with $\|\vec r\|= {\sqrt{((R*cos(\phi))^2 + (R*sin(\phi))^2 + (0)^2}} = R$

$\hat r =\frac {\vec r} {\|\vec r\|} =\frac {1} {R}\begin{bmatrix} R*cos(\phi) & R*sin(\phi) & 0 \end{bmatrix}= \begin{bmatrix} cos(\phi) & sin(\phi) & 0 \end{bmatrix}$

Also:
$\frac {\hat r} {\|\vec r\|} = \frac {\vec r} {\|\vec r\|^2} =\frac {1} {R} \begin{bmatrix} cos(\phi) & sin(\phi) & 0 \end{bmatrix} = \begin{bmatrix} \frac {cos(\phi)} {R} & \frac {sin(\phi)} {R} & 0 \end{bmatrix}$

Electric Field of a Line (Putting it all together):
$\vec E_{LINE}(R,\phi,z) =\left( \frac {\lambda} {2\pi\epsilon_0} \right) \frac {\vec r} {\|\vec r\|^2} =\left( \frac {\lambda} {2\pi\epsilon_0} \right) \begin{bmatrix} \frac {cos(\phi)} {R} & \frac {sin(\phi)} {R} & 0 \end{bmatrix} = \begin{bmatrix} \frac {\lambda*cos(\phi)} {2\pi\epsilon_0R} & \frac {\lambda*sin(\phi)} {2\pi\epsilon_0R} & 0 \end{bmatrix}$

Now THIS up here ^^ is the format that I am accustomed to seeing Vector Fields given in my Vector Calculus texts for Surface Integrals!!!

Setting up the Surface Integral(s):

To find the total Electric flux over a cylinder, a surface integral must be set up for all surfaces of the cylinder: the top, bottom, and curved section

$\Phi_{total}= \Phi_{top} +\Phi_{bottom}+ \Phi_{curved}$

$\Phi_{total} = \oint_S \vec E \cdot \vec n\,d A = \iint_S \vec E \cdot \vec n_{top}\,dA + \iint_S \vec E \cdot \vec n_{bottom}\,dA+\iint_S \vec E \cdot \vec n_{curved}\,d A$

If each composite Surface is parameterized with a vector function $\vec S(u,v)$, Vector Calculus texts demonstrate that we can evaluate the surface integrals as follows:

$\iint_S \vec E \cdot \vec ndA= \iint_S \vec E \cdot \left( \frac {\partial \vec S} {\partial u}\times \frac {\partial \vec S} {\partial v}\right) \,du\,dv$

The cross product will produce a non-unity vector that's normal to each surface. Since each oriented surface can have two equal in magnitude, but opposite in direction normal vectors depending on which order the terms in the cross-product are taken (aka $\vec a \times \vec b = -\vec b \times \vec a$ ), I will take each cross product such that the resulting normal vectors will all point outwards from the cylinder.

The Top of the Cylinder:
The top of the cylinder is the flat disc $x^2 + y^2 \leq a^2$ with radius = a, located at height z = h .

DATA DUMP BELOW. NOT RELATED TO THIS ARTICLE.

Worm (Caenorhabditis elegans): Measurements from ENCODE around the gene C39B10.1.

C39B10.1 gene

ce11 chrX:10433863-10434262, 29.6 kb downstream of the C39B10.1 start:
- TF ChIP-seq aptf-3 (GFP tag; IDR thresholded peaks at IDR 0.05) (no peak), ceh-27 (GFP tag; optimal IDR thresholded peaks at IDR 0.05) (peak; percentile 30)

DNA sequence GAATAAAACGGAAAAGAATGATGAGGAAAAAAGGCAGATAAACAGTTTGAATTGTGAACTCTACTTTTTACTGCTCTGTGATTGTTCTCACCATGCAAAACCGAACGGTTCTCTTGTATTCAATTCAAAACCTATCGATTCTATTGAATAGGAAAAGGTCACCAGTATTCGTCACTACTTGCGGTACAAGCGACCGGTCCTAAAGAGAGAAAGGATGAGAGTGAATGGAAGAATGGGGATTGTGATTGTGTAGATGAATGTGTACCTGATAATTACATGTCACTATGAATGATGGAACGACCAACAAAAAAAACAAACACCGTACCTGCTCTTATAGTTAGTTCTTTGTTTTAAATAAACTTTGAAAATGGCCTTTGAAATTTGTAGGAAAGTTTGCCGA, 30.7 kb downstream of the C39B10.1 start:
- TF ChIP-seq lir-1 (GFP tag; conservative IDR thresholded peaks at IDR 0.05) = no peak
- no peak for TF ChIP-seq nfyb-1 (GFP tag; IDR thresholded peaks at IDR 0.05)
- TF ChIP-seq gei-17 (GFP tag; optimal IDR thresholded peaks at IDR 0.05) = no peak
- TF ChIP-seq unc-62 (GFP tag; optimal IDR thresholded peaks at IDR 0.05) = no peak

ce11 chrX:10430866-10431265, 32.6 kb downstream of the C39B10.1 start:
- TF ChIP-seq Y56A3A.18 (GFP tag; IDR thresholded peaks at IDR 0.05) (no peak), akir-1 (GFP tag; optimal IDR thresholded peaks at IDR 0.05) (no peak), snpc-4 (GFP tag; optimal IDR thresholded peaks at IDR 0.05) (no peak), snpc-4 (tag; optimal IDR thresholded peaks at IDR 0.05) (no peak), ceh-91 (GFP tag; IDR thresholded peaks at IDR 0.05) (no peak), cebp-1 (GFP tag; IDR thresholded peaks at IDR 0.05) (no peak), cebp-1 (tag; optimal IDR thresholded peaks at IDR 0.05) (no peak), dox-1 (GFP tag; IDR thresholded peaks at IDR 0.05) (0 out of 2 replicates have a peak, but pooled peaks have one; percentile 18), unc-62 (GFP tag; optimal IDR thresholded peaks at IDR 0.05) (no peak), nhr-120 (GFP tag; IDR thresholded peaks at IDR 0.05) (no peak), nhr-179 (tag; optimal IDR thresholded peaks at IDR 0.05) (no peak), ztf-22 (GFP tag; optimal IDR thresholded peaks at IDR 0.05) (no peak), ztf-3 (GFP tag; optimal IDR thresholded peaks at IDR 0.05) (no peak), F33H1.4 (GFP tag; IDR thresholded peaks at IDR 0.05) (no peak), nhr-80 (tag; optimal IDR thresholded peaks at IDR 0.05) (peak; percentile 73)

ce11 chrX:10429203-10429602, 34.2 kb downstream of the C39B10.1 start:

$\vec S_{top} = \begin {bmatrix} x & y & h\end{bmatrix} =\begin {bmatrix} R*cos(\phi) & R*sin(\phi) & h\end{bmatrix}$ for $0 \leq R \leq a$ and $0 \leq \phi \leq 2\pi$
$\frac {\partial \vec S} {\partial R} = \begin {bmatrix} cos(\phi) & sin(\phi) & 0\end{bmatrix}$
$\frac {\partial \vec S} {\partial \phi} = \begin {bmatrix} -R*sin(\phi) & R*cos(\phi) & 0\end{bmatrix}$
$\frac {\partial \vec S} {\partial R}\times \frac {\partial \vec S} {\partial \phi}= \begin{bmatrix} 0 & 0 & R\end{bmatrix}$
$\vec E \cdot \left( \frac {\partial \vec S} {\partial R}\times \frac {\partial \vec S} {\partial \phi}\right) =\left( \frac {\lambda} {2\pi\epsilon_0} \right) \begin{bmatrix} \frac {cos(\phi)} {R} & \frac {sin(\phi)} {R} & 0 \end{bmatrix}\cdot \begin{bmatrix} 0 & 0 & R\end{bmatrix} = 0 + 0 + 0 = 0$

$\iint_S \vec E \cdot \left( \frac {\partial \vec S} {\partial R}\times \frac {\partial \vec S} {\partial \phi}\right) dR\,d\phi =\int_{0}^{2\pi} \int_{0}^a 0 \, dR \, d\phi = 0$

The Bottom of the Cylinder:
The top of the cylinder is the flat disc $x^2 + y^2 \leq a^2$ with radius = a, located at height z = 0 .
$\vec S_{bottom} = \begin {bmatrix} x & y & 0\end{bmatrix} =\begin {bmatrix} R*cos(\phi) & R*sin(\phi) & h\end{bmatrix}$ for $0 \leq R \leq a$ and $0 \leq \phi \leq 2\pi$
$\frac {\partial \vec S} {\partial \phi} = \begin {bmatrix} -R*sin(\phi) & R*cos(\phi) & 0\end{bmatrix}$
$\frac {\partial \vec S} {\partial R} = \begin {bmatrix} cos(\phi) & sin(\phi) & 0\end{bmatrix}$
$\frac {\partial \vec S} {\partial \phi}\times \frac {\partial \vec S} {\partial R}= \begin{bmatrix} 0 & 0 & -R\end{bmatrix}$
$\vec E \cdot \left( \frac {\partial \vec S} {\partial R}\times \frac {\partial \vec S} {\partial \phi}\right) =\left( \frac {\lambda} {2\pi\epsilon_0} \right) \begin{bmatrix} \frac {cos(\phi)} {R} & \frac {sin(\phi)} {R} & 0 \end{bmatrix}\cdot \begin{bmatrix} 0 & 0 & -R\end{bmatrix} = 0 + 0 + 0 = 0$

$\iint_S \vec E \cdot \left( \frac {\partial \vec S} {\partial R}\times \frac {\partial \vec S} {\partial \phi}\right) dR\,d\phi = \int_{0}^{2\pi} \int_{0}^a 0 \, dR \, d\phi = 0$

The Curved Section of the Cylinder: